5 Luxury Coupes We’d Buy on a Porsche 911 Any Day (5 We Won’t Want)

The Porsche 911 is the best sports car And the option of transmission if a person wants to participate more in driving – a manual transmission is equipped. The 911 is the sports car that other automakers struggle to compete against and with each new generation, it sets the standard for what a sports car should be.

The 911 debuted in 1964 with the 911 generation, and like the Volkswagen Beetle it’s loosely based on, it featured an air-cooled engine. However, the biggest difference between the Beetle and the 911 was the flat-six engine at the rear. Every generation of 911s features flat-six in one way or another, from naturally aspirated to turbocharged and, eventually, twin-turbocharged.

Air-cooled 911 engines were discontinued in favor of water-cooled, due to changing emissions regulations in an effort to make cars more fuel-efficient and reliable. Since then, many manufacturers have tried to exploit the change in the 911’s geometry and build a car that could be considered better. Here are a few of those cars, including those we might buy on a Porsche 911, and the ones we’d still prefer over the 911.

10 You will buy – BMW 8-Series


Motorauthority.com

BMW introduced the current eighth-generation of the series in 2018 as its top touring car, as a less expensive alternative to the likes of the Porsche 911, Bentley Continental GT, and Aston Martin DB11. It’s available in a range of engines – from a twin-turbo inline-six to a powerful twin-turbo V8. The mid-range spec for the 8-Series, the M850i, features a 530-horsepower V8 engine, 8-speed automatic gearbox, and all-wheel drive—perfect for use as a long-distance cruiser.


bmw-m8- competition coupe with 1 . engine
Via Motor1

The 8-Series range starts from about $85,000 for the 840i Coupe to about $100,000 for the M850i ​​Coupe. For those who want more power and speed, the more track-focused M8 and M8 Competition will be available in the US from 2022, with BMW only selling the M8 Gran Coupé in the US since their launch. Prices for the M8 Coupe should start a little higher than the Gran Coupe.

RELATED: Here’s everything we know about the BMW M8 2022 competition

9 Won’t Buy – Lexus RC-F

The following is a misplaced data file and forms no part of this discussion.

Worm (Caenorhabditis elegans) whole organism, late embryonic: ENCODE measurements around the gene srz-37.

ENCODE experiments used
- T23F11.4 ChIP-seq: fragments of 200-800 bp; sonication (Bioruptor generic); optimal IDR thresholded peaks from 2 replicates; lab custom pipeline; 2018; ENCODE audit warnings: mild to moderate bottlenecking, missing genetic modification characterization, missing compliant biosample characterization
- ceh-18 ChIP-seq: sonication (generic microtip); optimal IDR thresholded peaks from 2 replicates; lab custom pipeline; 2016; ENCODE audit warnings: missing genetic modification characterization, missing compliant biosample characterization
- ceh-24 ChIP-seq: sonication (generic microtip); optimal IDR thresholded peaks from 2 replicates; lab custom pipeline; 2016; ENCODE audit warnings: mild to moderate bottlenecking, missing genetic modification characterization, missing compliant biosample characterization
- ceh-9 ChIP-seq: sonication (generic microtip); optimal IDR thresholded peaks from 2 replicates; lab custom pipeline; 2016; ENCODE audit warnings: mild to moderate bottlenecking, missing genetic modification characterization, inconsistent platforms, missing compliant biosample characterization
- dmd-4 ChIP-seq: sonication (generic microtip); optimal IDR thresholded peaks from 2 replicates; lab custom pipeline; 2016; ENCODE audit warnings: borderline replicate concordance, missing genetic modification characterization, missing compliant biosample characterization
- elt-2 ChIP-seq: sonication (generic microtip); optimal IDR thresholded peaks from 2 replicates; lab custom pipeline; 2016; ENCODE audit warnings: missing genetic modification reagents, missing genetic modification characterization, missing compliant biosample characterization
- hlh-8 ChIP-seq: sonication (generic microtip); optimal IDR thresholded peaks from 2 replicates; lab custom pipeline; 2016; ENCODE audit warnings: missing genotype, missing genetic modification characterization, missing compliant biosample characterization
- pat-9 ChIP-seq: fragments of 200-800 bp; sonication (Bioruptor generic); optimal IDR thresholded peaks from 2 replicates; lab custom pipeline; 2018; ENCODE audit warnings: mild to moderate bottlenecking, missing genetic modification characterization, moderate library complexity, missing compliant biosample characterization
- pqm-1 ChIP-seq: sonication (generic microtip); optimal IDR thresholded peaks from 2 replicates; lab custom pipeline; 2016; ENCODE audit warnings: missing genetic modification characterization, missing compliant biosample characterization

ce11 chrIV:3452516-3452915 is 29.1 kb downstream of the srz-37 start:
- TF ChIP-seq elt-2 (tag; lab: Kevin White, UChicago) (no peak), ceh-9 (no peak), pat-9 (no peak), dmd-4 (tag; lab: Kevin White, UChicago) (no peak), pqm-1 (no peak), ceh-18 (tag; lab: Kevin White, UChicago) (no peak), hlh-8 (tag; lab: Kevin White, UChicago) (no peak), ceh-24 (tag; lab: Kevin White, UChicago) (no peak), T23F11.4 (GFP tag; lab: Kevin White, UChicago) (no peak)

Lexus RCF
Via Lexus

The Lexus RC-F is a sports car that has been updated for 2022, but has been in production since 2015, making it quite an antique to rival its competitors. It features a naturally aspirated 5.0-liter V8 tuned by Yamaha, and while it’s one of the best exhaust sounds of any car for sale, it’s still pretty old.


2021 Lexus RC-F Models
Via: Pressroom.lexus.com

The RC-F has a base MSRP of about $65,000 but can go up to over $70,000 with options. Lexus also offers a track version with a carbon fiber front splitter, rear diffuser, side skirts, and a fairly large rear spoiler—along with some modified suspension and differential tuning. The RC-F Track Edition costs $32,000 more than the standard RC-F, which puts it in the $5,000 range of the base 911. With this small difference in price, it would be better to buy the 911 because it is the best value for money.


8 You will buy – Lexus LC500


Detroit office

The LC500 is Lexus’ take on the big luxury ride, and as it falls short with the RC-F, they outshine the LC500. It is one of the most beautiful cars on sale currently and since it features the same RC-F engine, it is one of the best sounding cars too. It seriously sounds like an artist’s impression of the tulip shape in automotive design parlance, which Lexus has taken and put into production.


Lexus LC Convertible
Street: Evo

The LC500 has an MSRP of around $94,000, which puts it dangerously close to the 911, but it’s totally worth it. People are dazzled when someone shows up in a Porsche 911, but shows up in an LC500, and everyone will take pictures. For 2021, Lexus introduced a convertible, just as beautiful as the coupe.

Related: 8 ways the Lexus LC500 Convertible is better than the competition

7 Won’t buy – Polestar 1


2021 Polestar 1
Via: Facebook

Polestar 1 is the first production car from Volvo-based Swedish company Polestar. It’s a full-size luxury hybrid based on the Volvo S90 platform, albeit in coupe style. It is primarily based on the 2013 Volvo Concept Coupe, with the Volvo badge replaced by the Polestar badge.


Polestar 1
from Facebook

The Polestar 1 features a twin-turbocharged 2.0-liter inline-4 engine, with two electric motors and an integrated starter generator. The Polestar 1’s combined power output of 600 horsepower and 738 pound-feet of torque goes through an 8-speed automatic transmission. The Polestar 1 can achieve an average fuel economy of 58MPGe and has an electric-only range of about 55 miles. While that sounds pretty good for a plug-in hybrid, Polestar only produces a maximum of 150 units per year at over $150,000, making it a bit more expensive than the 911.


6 BUY – Aston Martin Vantage


via Supercars.net

The Vantage is the latest version of Aston Martin’s smaller sports car. It was specifically designed to compete against and, in some cases, outsmart the 911. The Vantage is another beautiful car, arguably not quite as beautiful as the LC500, and it has an equally beautiful exhaust sound. Power comes from Germany in the form of the AMG 4.0-liter twin-turbo V8 – the same as in the AMG GT-S.